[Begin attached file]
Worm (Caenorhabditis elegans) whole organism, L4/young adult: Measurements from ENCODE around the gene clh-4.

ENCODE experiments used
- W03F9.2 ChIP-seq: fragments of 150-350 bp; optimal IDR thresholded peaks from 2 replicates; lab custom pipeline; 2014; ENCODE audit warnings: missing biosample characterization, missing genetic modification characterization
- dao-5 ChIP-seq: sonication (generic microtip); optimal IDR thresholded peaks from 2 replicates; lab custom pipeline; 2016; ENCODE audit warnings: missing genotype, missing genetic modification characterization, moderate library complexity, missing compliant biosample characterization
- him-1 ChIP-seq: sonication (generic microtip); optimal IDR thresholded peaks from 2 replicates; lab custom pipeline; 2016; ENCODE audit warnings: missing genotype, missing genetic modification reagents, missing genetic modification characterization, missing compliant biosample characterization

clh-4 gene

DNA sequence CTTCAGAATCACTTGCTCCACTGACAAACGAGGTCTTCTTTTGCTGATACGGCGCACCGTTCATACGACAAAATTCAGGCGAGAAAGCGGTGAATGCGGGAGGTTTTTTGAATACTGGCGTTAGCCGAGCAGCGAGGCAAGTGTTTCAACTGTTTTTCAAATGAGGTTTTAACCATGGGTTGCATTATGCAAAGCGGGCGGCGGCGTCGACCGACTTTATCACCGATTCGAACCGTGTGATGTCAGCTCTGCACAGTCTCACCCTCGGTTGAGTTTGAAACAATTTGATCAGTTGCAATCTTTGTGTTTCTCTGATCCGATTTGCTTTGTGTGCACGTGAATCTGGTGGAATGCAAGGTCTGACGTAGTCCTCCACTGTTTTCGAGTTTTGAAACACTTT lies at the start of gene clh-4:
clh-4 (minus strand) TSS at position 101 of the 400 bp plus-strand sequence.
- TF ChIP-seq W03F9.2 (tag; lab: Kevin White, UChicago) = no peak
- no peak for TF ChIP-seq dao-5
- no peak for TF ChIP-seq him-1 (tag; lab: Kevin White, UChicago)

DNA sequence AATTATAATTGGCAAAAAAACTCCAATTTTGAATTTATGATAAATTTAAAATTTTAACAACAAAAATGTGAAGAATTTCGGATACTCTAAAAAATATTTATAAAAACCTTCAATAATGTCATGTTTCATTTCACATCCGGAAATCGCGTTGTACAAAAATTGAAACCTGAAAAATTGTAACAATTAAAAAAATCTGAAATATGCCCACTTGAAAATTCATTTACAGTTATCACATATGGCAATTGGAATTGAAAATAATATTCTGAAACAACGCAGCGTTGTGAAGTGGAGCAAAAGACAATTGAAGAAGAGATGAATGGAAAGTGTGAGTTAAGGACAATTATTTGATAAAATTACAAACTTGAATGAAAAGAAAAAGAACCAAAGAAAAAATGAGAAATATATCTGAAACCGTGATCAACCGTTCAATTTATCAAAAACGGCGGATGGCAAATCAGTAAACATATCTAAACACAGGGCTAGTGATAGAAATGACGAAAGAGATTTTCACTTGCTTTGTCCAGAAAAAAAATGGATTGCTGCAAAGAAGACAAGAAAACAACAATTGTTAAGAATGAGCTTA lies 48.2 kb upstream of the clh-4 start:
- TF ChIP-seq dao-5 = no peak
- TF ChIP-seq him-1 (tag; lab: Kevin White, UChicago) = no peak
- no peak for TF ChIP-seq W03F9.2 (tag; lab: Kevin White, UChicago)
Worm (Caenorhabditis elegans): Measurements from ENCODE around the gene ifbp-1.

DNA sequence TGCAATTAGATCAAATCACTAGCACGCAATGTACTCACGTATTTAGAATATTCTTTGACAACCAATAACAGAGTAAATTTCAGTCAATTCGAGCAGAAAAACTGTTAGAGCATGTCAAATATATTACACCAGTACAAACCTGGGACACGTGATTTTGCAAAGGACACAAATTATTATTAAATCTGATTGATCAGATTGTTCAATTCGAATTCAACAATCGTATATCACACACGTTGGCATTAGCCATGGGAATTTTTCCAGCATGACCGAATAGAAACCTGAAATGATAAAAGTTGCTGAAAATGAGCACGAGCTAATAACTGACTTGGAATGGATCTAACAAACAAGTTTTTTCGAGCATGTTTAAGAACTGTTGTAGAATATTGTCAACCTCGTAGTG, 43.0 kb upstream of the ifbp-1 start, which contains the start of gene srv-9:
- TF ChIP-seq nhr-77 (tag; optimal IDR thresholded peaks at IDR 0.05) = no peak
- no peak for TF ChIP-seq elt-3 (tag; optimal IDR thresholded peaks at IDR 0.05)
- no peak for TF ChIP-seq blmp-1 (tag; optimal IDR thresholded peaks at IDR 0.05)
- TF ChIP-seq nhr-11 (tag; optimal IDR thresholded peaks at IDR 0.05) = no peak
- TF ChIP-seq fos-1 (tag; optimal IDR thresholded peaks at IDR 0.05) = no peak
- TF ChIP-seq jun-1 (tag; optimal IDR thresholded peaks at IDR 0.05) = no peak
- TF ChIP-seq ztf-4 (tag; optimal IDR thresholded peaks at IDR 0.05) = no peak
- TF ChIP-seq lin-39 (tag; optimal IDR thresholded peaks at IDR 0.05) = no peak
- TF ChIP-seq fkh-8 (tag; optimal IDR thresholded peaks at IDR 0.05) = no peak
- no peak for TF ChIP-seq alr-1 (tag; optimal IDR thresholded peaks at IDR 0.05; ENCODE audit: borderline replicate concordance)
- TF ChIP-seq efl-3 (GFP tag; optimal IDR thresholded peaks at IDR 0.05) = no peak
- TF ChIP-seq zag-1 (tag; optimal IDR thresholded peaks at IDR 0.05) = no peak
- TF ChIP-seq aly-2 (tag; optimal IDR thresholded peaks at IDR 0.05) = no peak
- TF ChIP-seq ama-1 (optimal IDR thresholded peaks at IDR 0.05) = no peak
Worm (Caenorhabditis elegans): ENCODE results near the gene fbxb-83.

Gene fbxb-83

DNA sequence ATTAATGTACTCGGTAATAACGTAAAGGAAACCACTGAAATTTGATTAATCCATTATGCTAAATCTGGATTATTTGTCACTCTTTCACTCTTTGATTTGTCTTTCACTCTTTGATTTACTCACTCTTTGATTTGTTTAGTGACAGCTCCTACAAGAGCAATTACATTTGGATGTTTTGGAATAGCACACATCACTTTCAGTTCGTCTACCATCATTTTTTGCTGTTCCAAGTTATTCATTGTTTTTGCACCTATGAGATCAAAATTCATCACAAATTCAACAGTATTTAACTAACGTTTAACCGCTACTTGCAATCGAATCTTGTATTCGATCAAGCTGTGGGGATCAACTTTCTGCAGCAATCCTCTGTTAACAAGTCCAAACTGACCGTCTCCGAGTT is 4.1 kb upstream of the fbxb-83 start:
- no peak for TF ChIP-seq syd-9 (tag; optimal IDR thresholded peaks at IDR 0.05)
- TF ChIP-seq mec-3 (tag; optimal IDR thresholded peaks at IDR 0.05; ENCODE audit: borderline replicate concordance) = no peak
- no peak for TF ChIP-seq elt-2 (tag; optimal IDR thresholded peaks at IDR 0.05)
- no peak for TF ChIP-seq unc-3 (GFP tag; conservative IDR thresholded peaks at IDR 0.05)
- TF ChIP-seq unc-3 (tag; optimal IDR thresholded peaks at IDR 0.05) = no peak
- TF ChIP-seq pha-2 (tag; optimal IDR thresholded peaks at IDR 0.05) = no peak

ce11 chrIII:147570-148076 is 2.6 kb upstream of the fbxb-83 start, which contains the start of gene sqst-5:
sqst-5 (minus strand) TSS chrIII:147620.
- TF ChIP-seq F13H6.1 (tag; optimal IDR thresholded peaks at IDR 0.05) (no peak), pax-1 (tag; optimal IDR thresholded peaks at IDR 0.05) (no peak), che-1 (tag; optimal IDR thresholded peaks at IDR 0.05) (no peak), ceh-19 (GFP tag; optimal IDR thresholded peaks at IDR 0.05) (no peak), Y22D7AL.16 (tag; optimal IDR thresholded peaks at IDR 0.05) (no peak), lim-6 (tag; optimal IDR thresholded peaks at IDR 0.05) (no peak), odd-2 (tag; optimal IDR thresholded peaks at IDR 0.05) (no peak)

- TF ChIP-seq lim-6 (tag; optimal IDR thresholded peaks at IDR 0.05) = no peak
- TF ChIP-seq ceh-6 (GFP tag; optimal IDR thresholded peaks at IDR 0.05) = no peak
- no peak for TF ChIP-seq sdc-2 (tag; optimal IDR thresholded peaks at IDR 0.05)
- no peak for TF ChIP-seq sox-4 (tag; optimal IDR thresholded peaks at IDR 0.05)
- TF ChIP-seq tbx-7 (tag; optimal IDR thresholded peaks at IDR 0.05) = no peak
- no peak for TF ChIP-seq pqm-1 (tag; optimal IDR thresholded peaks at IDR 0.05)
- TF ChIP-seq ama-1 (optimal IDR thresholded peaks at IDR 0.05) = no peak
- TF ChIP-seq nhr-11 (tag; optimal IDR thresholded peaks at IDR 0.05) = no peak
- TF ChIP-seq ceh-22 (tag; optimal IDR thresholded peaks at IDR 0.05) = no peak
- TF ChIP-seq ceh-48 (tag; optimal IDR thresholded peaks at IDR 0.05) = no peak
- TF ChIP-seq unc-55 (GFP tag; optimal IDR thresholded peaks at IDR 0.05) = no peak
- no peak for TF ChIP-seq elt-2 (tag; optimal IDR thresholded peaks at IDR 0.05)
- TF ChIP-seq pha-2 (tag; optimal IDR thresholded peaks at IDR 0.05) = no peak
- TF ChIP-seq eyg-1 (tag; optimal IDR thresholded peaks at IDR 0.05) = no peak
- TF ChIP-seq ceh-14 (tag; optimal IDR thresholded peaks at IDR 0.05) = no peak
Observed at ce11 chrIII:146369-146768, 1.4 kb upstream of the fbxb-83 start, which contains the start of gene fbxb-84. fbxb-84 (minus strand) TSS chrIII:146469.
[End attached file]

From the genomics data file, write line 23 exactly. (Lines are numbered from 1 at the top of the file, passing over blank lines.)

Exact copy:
- TF ChIP-seq jun-1 (tag; optimal IDR thresholded peaks at IDR 0.05) = no peak